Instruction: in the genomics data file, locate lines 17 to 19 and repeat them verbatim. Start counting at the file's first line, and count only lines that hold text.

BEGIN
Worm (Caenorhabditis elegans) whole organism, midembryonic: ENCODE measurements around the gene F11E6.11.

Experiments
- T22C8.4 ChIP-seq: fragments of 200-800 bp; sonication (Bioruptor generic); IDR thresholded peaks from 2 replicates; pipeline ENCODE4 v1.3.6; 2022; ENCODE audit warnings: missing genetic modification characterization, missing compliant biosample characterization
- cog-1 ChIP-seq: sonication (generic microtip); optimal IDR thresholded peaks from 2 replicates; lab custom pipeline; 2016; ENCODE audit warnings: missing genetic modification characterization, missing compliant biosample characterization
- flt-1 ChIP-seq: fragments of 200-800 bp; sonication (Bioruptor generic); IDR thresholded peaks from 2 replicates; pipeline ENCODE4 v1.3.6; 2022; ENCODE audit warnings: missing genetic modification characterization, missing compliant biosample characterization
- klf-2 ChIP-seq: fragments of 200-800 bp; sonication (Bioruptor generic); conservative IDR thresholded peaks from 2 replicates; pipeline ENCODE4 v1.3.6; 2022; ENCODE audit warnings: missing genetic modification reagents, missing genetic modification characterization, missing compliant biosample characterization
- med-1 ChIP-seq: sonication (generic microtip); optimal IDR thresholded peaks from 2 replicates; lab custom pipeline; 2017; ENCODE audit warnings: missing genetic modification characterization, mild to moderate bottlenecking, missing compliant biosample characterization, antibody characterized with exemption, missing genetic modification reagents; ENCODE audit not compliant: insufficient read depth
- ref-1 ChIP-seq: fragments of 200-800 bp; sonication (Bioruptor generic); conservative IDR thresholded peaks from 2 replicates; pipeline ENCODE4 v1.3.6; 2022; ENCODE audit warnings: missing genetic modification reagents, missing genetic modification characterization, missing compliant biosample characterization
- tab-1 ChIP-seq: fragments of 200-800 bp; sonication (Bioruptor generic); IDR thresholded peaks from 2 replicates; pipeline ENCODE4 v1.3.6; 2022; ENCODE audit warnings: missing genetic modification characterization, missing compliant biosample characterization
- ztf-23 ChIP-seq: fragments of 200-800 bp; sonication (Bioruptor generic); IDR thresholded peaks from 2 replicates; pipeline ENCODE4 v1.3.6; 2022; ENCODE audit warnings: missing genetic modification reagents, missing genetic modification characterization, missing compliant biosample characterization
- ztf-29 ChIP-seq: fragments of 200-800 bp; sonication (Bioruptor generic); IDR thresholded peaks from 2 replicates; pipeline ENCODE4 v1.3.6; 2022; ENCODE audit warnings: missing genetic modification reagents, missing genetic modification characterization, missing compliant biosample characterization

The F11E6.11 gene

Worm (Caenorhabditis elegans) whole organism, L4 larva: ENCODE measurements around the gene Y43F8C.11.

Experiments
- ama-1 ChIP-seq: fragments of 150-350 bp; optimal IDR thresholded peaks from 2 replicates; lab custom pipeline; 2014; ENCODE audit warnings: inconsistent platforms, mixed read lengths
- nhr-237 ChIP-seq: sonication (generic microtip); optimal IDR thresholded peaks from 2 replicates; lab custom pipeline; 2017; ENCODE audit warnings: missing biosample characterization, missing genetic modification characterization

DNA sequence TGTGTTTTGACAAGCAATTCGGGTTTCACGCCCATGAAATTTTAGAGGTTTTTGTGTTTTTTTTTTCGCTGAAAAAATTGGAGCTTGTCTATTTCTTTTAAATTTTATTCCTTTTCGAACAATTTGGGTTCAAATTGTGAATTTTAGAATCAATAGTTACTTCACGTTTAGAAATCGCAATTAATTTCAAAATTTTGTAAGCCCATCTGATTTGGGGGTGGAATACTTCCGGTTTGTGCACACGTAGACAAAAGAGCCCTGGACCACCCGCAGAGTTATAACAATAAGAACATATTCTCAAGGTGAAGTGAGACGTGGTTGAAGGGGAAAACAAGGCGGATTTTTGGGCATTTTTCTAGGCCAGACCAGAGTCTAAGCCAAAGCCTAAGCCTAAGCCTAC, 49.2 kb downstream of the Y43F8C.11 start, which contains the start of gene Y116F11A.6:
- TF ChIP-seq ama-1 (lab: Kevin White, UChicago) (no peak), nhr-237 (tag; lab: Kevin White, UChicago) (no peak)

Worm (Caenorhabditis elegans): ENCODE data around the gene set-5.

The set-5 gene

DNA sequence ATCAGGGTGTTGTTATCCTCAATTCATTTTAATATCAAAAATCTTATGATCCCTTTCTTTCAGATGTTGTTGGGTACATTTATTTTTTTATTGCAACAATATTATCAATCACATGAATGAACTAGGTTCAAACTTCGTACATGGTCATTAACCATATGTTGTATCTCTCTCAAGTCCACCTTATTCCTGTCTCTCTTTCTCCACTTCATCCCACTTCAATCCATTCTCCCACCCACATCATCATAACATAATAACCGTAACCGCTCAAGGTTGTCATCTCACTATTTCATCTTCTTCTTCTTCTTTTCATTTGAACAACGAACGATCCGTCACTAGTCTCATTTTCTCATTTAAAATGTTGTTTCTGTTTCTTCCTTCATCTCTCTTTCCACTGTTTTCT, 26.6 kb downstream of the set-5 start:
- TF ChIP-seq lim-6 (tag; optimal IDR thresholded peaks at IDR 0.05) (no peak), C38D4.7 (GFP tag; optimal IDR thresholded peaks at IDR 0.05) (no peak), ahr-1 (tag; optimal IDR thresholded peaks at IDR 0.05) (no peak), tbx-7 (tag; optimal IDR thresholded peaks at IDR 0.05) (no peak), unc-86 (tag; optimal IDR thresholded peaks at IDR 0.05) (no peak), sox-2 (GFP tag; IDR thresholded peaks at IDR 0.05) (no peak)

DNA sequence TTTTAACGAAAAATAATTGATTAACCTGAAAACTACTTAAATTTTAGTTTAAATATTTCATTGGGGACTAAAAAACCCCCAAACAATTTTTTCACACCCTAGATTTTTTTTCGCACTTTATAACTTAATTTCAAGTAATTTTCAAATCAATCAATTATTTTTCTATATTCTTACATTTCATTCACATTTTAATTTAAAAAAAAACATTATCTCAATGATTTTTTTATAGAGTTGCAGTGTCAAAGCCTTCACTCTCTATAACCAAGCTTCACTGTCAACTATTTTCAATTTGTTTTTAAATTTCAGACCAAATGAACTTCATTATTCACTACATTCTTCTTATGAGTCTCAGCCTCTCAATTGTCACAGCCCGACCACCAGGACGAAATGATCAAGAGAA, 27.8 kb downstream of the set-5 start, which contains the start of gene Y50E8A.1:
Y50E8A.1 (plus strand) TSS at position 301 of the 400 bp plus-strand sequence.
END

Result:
DNA sequence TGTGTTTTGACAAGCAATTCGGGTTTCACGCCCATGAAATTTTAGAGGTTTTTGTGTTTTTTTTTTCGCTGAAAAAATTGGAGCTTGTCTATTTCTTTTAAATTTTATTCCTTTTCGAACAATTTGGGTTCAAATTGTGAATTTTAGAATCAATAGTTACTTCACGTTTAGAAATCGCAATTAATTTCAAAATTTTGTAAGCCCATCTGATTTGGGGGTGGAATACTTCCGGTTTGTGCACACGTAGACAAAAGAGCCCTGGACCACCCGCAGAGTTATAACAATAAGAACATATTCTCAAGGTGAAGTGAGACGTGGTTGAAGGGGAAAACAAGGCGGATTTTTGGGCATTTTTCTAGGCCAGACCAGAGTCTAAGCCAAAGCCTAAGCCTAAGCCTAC, 49.2 kb downstream of the Y43F8C.11 start, which contains the start of gene Y116F11A.6:
- TF ChIP-seq ama-1 (lab: Kevin White, UChicago) (no peak), nhr-237 (tag; lab: Kevin White, UChicago) (no peak)

Worm (Caenorhabditis elegans): ENCODE data around the gene set-5.